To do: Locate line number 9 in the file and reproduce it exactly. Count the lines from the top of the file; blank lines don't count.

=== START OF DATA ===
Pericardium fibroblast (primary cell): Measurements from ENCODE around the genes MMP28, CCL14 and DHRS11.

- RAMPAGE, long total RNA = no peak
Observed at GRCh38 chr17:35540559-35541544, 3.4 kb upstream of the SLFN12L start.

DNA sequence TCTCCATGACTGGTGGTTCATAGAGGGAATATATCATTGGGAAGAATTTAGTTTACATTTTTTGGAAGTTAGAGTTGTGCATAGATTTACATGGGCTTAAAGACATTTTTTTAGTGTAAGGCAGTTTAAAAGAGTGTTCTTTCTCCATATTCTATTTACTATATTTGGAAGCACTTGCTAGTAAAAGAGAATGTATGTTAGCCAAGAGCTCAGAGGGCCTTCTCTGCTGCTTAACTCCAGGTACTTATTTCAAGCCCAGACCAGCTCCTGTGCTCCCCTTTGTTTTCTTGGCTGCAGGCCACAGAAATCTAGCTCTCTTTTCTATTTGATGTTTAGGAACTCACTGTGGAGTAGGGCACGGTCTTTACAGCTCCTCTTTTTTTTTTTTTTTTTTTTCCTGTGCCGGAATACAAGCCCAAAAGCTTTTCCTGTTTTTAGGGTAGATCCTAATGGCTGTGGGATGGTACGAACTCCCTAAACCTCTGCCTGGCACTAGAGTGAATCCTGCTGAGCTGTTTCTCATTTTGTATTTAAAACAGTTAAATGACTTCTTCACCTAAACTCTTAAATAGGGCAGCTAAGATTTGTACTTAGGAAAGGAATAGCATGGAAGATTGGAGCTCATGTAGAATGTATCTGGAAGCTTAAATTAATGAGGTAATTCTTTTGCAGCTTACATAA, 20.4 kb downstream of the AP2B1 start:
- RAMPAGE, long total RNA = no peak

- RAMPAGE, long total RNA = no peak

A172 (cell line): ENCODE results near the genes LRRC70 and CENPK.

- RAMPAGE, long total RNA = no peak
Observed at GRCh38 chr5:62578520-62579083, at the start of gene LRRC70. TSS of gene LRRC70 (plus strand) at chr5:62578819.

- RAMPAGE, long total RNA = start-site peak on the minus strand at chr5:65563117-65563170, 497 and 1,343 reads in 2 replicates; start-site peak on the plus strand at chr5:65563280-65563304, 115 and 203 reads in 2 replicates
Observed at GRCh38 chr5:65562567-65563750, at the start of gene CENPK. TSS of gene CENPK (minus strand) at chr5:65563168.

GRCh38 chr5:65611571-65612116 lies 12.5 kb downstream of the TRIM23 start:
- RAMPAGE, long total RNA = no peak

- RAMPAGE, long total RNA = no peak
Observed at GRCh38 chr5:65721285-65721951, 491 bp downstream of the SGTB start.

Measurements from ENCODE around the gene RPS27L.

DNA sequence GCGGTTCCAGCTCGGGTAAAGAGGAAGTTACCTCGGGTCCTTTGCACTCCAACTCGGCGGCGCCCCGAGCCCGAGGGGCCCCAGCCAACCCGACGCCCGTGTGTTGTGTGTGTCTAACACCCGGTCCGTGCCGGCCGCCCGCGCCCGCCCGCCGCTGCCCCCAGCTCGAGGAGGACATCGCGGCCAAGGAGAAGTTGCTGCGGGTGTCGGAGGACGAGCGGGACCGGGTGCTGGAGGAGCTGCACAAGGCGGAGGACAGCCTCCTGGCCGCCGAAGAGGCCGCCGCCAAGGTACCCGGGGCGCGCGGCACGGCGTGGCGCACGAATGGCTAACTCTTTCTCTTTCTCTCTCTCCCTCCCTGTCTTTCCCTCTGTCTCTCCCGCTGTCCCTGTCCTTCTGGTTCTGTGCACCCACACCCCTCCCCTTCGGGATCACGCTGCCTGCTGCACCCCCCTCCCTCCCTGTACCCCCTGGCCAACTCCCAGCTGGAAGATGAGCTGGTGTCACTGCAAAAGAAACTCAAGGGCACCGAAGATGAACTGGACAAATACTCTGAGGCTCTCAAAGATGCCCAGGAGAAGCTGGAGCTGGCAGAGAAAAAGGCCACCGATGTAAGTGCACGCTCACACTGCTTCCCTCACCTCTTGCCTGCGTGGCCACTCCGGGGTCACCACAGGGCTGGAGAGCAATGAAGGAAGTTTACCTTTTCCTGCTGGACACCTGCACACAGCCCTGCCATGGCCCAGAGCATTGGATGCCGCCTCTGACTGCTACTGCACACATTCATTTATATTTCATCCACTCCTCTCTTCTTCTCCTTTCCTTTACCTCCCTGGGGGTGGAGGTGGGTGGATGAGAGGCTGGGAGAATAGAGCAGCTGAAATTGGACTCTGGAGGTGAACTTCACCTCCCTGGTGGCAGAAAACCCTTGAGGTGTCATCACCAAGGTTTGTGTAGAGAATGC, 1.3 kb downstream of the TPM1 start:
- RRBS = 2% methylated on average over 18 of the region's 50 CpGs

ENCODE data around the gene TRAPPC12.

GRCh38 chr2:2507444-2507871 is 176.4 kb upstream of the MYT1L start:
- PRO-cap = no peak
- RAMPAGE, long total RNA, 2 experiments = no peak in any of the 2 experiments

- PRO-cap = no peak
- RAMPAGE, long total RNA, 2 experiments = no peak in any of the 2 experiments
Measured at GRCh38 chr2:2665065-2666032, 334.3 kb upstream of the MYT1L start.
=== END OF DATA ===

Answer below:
Observed at GRCh38 chr5:62578520-62579083, at the start of gene LRRC70. TSS of gene LRRC70 (plus strand) at chr5:62578819.